That evening, after Jarot broke his fast, he prepared himself with his usual enthusiasm for the celebration of Indonesia’s Independence Day. Inside his shack, Jarot was gathering flags for the flag ceremony when suddenly dozens of people stormed the bridge.

“Jarot!” someone shouted.

In the darkness, the riverbank was visible, basking under the moonlight. The light from the lantern at the corner of the bridge, shimmered between the rocks.

There weren’t many people under the bridge that night, and even if there had been, they would have fled when they saw dozens of menacing people arrive.

“Get out!” the people shouted louder.

Jarot staggered, his heart hammering. Quickly, he calmed himself and walked out of his shack.

“What is wrong?” he asked the crowd. “Calm down. Everything can be discussed.”

“To hell with your talk!” Several people charged at Jarot, ganging up on him.

“Calm down, be patient, what do you want? Let’s talk!” Jarot cried before he was overtaken by the mob and repeatedly punched and kicked. His nose was bloodied. His stomach hurt terribly. He was dizzy and ached all over.

“Get out of here if you want to stay alive!”

The beating from the mob accelerated without mercy. Jarot did not fight back. He fell to the ground.

“Get lost! If you’re still around tomorrow, we’ll kill you!”


Several people spat on Jarot’s face. Ptui! Ptui! Ptui!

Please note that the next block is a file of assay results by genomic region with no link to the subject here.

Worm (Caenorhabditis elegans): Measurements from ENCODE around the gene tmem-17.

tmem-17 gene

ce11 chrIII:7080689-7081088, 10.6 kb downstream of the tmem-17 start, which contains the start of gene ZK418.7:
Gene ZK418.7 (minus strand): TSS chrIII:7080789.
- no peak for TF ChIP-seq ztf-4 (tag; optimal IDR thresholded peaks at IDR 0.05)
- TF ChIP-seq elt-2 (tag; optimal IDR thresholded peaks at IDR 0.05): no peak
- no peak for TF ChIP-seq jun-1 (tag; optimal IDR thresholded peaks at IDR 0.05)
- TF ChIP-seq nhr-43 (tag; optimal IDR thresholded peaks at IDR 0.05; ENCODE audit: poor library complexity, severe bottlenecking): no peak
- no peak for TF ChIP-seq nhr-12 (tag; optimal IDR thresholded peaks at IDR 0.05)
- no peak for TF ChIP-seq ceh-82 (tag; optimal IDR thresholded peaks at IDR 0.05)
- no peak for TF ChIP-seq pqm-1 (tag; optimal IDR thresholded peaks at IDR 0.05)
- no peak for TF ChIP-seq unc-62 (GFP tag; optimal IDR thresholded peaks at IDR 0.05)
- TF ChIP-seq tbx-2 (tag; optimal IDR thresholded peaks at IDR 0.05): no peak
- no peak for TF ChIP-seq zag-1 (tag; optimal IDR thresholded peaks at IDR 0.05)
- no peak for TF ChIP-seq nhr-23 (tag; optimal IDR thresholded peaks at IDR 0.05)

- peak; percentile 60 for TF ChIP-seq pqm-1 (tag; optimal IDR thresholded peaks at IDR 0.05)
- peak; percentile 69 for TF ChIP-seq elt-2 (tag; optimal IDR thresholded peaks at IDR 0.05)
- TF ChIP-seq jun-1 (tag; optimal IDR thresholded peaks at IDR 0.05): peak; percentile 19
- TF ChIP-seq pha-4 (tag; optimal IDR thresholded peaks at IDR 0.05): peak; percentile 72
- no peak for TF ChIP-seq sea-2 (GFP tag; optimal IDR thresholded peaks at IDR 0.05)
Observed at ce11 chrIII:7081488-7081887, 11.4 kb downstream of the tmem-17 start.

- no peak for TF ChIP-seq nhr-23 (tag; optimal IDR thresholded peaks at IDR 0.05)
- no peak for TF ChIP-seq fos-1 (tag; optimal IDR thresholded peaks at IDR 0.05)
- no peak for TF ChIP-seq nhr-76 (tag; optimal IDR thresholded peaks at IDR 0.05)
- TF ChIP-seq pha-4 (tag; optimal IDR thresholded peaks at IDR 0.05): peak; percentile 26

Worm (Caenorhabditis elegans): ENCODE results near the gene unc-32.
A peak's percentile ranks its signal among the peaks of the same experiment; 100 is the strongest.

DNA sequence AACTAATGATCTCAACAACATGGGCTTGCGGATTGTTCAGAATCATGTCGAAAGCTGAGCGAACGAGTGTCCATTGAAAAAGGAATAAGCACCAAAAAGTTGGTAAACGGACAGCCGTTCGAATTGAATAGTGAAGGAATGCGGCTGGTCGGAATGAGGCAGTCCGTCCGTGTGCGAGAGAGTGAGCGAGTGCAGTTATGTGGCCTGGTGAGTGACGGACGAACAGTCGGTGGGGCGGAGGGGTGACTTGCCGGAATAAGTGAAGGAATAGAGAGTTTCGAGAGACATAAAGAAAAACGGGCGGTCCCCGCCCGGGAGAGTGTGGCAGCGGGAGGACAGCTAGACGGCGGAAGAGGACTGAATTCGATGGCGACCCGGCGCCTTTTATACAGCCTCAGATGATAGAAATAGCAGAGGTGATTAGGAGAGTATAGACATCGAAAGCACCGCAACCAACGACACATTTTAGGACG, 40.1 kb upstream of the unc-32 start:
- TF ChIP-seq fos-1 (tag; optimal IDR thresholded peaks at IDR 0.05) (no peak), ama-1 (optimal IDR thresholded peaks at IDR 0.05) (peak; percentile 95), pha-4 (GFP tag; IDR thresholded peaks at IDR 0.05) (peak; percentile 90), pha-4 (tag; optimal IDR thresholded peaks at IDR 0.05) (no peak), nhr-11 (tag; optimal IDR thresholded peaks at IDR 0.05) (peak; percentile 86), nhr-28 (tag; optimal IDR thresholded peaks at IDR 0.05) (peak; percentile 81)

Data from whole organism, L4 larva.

“Leave! Or you’ll die! We’ll burn this village and kill the residents!”


Later that night, a local government official was holding a conversation with a man standing in loafers, wearing a nice suit fitted with a necktie. A gold chain was attached to the watch tucked in the man’s vest pocket.

“Well?” the official asked.

“We’ve taken care of it, sir.”

“Good! I don’t want to have anything to do with that scumbag. In a few months, the new bridge construction project will start.” The official laughed.

“That’s right, sir,” the man said, joining in the laughter.

The official was satisfied that his scare tactic had worked. Only recently had he noticed a change in the mindset of the population living under the bridge and on the riverbanks. Jarot’s ideas had changed them. This was evidenced by the cleaner and more orderly environment around the river. He was sure that Jarot was not an ordinary person, and he was sure that causes such as human rights activists, leftist NGOs, and labor union groups supported Jarot.

Therefore, the official knew very well the threat that Jarot posed to carrying out his bridge construction plans. He also knew that Jarot had the ability to block the construction project, which could not take place without destroying Jarot’s shack and removing the other villagers in order to tear down the old bridge and replace it with a wider and bigger one. The negative impact that the development would have on the river’s environment was another factor, as was the large factory that a businessman promised to build for him on the riverbank.

But now, all safety measures had been taken. The official had even bribed his government colleagues.


On the eve of Indonesia’s Independence Day, the day when the Indonesian people celebrate their freedom from the colonizers, Jarot left the place he had fallen in love with. He was evicted from the shack under the bridge, which he had called home all this time and pain-ridden from the fateful night that had stripped off his freedom.

On the morning of August 17, there was a big commotion among the villagers. Without Jarot, everyone was confused. And on that Independence Day there was no one to direct the flag ceremony, no one to lead the parades, and no one to direct the street choirs in the riverbank settlement under the bridge.